There is one reason I can think of where you might not want to contribute to your HSA via payroll deductions. If your employer’s preferred HSA provider has awful investment options, it might make sense to forego the FICA tax savings and make your contributions to a different HSA. Most employers won’t do payroll deductions to outside HSAs. Since the FICA tax rate for employees is 7.65%, at most, you stand to save about $260 in FICA taxes if you opt for payroll deductions. This might not be worth it if your employer’s HSA is riddled with terrible investment options.
Another time where it might not matter whether you opt for payroll deductions is if you’re making a pretty high salary. Social security taxes are capped at a certain level, so if you make more than that amount, you won’t pay social security taxes beyond the maximum you already have to pay. Thus, payroll deductions won’t help you much.
What Fees Does Your HSA Provider Charge?
One thing that can be annoying about HSAs is the administrative fees they can charge. It’s not a big deal once you’ve got a decent amount of money saved up, but early on in your investing career, the fees can really bite into your investments.
For example, Select Account – the HSA I used at my old job – charged $18 per year in order to invest. That was a very reasonable price.
A while ago, Fidelity used to charge a $48 per year administrative fee for its HSAs. They’ve since removed that fee, so now it costs $0 to use Fidelity as your HSA provider.
The same is true for Lively, which is the HSA provider I use. They charge no administrative fees, which means I can use it with no yearly cost.
Check to see what your HSA charges. Early on, those fees can be really high, especially when you have a small balance in your HSA.
Does Your HSA Provider Require You To Keep A Certain Amount In Cash?
Another potential issue to think about with your HSA is the effect of cash drag. Many HSA providers won’t let you invest your contributions until you have a certain amount saved in cash first. Usually, the cash in your HSA will be earning basically nothing in interest, which is a cost in itself.
Select Account required that I keep $1,000 in cash. At the time, I didn’t have a huge HSA balance, which meant that a significant portion of my contributions was earning nothing as cash.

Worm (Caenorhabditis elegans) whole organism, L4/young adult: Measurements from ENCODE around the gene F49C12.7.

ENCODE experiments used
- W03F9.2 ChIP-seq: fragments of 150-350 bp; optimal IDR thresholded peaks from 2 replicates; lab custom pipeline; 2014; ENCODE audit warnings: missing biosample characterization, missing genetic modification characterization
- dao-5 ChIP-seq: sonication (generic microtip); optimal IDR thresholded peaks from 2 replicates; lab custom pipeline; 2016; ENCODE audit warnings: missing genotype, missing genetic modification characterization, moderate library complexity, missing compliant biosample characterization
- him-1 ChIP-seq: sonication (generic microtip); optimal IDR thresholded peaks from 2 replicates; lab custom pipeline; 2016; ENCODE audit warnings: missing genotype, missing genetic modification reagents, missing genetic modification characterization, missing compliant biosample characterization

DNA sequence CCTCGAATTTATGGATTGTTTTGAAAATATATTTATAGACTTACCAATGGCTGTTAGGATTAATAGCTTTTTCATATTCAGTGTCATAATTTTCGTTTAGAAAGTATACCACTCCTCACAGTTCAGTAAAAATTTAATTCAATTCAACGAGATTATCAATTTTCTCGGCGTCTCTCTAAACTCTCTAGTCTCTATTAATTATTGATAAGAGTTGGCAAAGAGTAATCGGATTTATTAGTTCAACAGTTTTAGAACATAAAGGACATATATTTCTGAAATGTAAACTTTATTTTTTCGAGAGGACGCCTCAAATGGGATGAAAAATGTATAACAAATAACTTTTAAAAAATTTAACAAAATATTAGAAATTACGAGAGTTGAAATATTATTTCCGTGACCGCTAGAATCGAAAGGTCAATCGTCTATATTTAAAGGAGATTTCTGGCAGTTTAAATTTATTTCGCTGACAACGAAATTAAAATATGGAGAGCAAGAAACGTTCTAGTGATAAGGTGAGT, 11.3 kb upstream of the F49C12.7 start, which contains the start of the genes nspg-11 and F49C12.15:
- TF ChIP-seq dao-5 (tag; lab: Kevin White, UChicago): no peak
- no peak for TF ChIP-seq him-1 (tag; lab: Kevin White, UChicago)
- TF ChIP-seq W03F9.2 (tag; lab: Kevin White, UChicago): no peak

Fidelity and Lively, which are the two HSA providers I recommend, both do not require you to keep any cash balance. That means you can invest everything in your HSA, which is beneficial and helps keep your returns high.
Are You Going To Use Your HSA Funds Right Away?
Another important thing to think about with your HSA is how you plan to use it. I like to recommend that you think of your HSA as basically an extra IRA.
The great thing about the HSA is that there isn’t a rule that you have to use your HSA funds in the same year that you incur a medical expense. What this means is that you can pay for a medical expense out-of-pocket, allow the contributions in your HSA to stay invested, and then withdraw those contributions tax-free free sometime in the future.
If you opt to go this route, be sure to keep good records. I’d recommend saving any receipts in a Google Drive or Evernote. You’ll need copies of those receipts if you ever have to prove your healthcare expenses later.
What Happens If You Don’t Use Your HSA Funds For Healthcare Expenses?
The nice thing about an HSA is that you don’t have to use all of your contributions towards healthcare costs. Once you hit 65 years old, your HSA essentially turns into a traditional IRA. You can then withdraw your contributions for any reason, subject to regular income taxes.
Don’t Neglect Your HSA
The HSA is a powerful investment account that can be really useful for anyone looking to max out their tax-advantaged space.
Most people only have a 401(k) and an IRA to invest in. Adding an HSA into the mix can potentially increase your future retirement savings by hundreds of thousands of dollars.
Just make sure to keep these questions in mind when deciding which HSA to use and how you plan to use it.
Very comprehensive look at the ins and outs of the HSA, Financial Panther. I think most people enroll in their HSA when their employer changes insurance options and pays little thought to the details. That was my situation when I first enrolled several years ago. At the time, I was very healthy and didn’t really need to pay attention – fortunately, I still am healthy!
Today, I am enrolled in a health insurance plan that is more advantageous to our family, but I still have HSA funds waiting to be used, if needed. Last spring, I tapped my HSA to pay for my portion of oral surgery when I had three wisdom teeth extracted. For most people, the HSA is a great route to pursue.
Financial Panther says
Thanks Finance Superhero! Sounds like a good way to use your HSA. I’m personally trying to go with the extra IRA route and am going to avoid tapping into my HSA funds if possible, and instead, pay for anything out of pocket. Luckily for me, fiance is a dentist, so I’m fortunate enough to snag a lot of dental work basically for free.
Lindsay @ Notorious D.E.B.T. says
I lost my job (and health insurance) two months ago and am now self-employed, and so I just recently signed up for a HDHP through the ACA marketplace because I know you can use an HSA with it.
I haven’t even received my health insurance info in the mail yet, I’m so new, and so I was wondering: do you need to provide any documentation to the HSA people that you do in fact have a HDHP?
Also, I love your recommendations for HSAs – I’ve seen some advertised at banks but they offer the same rates as savings accounts (boo!), and so I’m excited to check these ones out. Thanks!
Financial Panther says